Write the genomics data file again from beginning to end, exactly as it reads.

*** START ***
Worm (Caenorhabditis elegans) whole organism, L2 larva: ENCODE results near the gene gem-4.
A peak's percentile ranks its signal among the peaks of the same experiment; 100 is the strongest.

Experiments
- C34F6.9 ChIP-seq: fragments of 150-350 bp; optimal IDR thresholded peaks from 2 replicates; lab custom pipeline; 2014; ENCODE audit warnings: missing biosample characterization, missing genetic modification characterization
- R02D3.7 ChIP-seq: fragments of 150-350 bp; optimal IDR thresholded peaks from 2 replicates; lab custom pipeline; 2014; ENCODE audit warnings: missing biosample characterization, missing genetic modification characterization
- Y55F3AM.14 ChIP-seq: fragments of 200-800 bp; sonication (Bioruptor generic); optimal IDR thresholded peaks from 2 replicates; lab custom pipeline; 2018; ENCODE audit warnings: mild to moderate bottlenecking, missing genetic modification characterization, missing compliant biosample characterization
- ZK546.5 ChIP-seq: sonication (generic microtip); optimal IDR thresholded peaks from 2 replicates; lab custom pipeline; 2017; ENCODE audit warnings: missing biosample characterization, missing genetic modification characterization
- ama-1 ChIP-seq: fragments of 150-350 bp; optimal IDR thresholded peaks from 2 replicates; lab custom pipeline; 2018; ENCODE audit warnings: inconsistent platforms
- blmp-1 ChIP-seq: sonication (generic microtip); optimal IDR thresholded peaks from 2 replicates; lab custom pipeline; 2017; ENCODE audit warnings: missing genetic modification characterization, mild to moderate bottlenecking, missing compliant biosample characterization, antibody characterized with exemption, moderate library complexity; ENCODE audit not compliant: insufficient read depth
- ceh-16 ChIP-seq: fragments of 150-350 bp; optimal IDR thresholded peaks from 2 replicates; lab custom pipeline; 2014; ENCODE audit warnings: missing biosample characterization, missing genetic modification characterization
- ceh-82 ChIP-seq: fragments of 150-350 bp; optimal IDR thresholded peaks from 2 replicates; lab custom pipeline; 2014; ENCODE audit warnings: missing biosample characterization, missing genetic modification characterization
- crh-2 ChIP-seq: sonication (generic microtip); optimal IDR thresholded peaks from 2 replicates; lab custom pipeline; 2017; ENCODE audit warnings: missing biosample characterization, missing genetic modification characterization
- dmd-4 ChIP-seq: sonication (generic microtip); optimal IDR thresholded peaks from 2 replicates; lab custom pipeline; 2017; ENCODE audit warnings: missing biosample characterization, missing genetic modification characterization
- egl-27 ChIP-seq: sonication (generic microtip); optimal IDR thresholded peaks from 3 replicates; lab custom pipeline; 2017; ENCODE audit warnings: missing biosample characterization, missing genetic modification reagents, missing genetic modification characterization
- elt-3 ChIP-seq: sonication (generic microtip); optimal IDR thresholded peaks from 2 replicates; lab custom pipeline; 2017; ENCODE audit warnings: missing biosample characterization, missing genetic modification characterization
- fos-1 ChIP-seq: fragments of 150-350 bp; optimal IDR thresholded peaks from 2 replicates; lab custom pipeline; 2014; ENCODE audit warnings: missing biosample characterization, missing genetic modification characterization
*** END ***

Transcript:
Worm (Caenorhabditis elegans) whole organism, L2 larva: ENCODE results near the gene gem-4.
A peak's percentile ranks its signal among the peaks of the same experiment; 100 is the strongest.

Experiments
- C34F6.9 ChIP-seq: fragments of 150-350 bp; optimal IDR thresholded peaks from 2 replicates; lab custom pipeline; 2014; ENCODE audit warnings: missing biosample characterization, missing genetic modification characterization
- R02D3.7 ChIP-seq: fragments of 150-350 bp; optimal IDR thresholded peaks from 2 replicates; lab custom pipeline; 2014; ENCODE audit warnings: missing biosample characterization, missing genetic modification characterization
- Y55F3AM.14 ChIP-seq: fragments of 200-800 bp; sonication (Bioruptor generic); optimal IDR thresholded peaks from 2 replicates; lab custom pipeline; 2018; ENCODE audit warnings: mild to moderate bottlenecking, missing genetic modification characterization, missing compliant biosample characterization
- ZK546.5 ChIP-seq: sonication (generic microtip); optimal IDR thresholded peaks from 2 replicates; lab custom pipeline; 2017; ENCODE audit warnings: missing biosample characterization, missing genetic modification characterization
- ama-1 ChIP-seq: fragments of 150-350 bp; optimal IDR thresholded peaks from 2 replicates; lab custom pipeline; 2018; ENCODE audit warnings: inconsistent platforms
- blmp-1 ChIP-seq: sonication (generic microtip); optimal IDR thresholded peaks from 2 replicates; lab custom pipeline; 2017; ENCODE audit warnings: missing genetic modification characterization, mild to moderate bottlenecking, missing compliant biosample characterization, antibody characterized with exemption, moderate library complexity; ENCODE audit not compliant: insufficient read depth
- ceh-16 ChIP-seq: fragments of 150-350 bp; optimal IDR thresholded peaks from 2 replicates; lab custom pipeline; 2014; ENCODE audit warnings: missing biosample characterization, missing genetic modification characterization
- ceh-82 ChIP-seq: fragments of 150-350 bp; optimal IDR thresholded peaks from 2 replicates; lab custom pipeline; 2014; ENCODE audit warnings: missing biosample characterization, missing genetic modification characterization
- crh-2 ChIP-seq: sonication (generic microtip); optimal IDR thresholded peaks from 2 replicates; lab custom pipeline; 2017; ENCODE audit warnings: missing biosample characterization, missing genetic modification characterization
- dmd-4 ChIP-seq: sonication (generic microtip); optimal IDR thresholded peaks from 2 replicates; lab custom pipeline; 2017; ENCODE audit warnings: missing biosample characterization, missing genetic modification characterization
- egl-27 ChIP-seq: sonication (generic microtip); optimal IDR thresholded peaks from 3 replicates; lab custom pipeline; 2017; ENCODE audit warnings: missing biosample characterization, missing genetic modification reagents, missing genetic modification characterization
- elt-3 ChIP-seq: sonication (generic microtip); optimal IDR thresholded peaks from 2 replicates; lab custom pipeline; 2017; ENCODE audit warnings: missing biosample characterization, missing genetic modification characterization
- fos-1 ChIP-seq: fragments of 150-350 bp; optimal IDR thresholded peaks from 2 replicates; lab custom pipeline; 2014; ENCODE audit warnings: missing biosample characterization, missing genetic modification characterization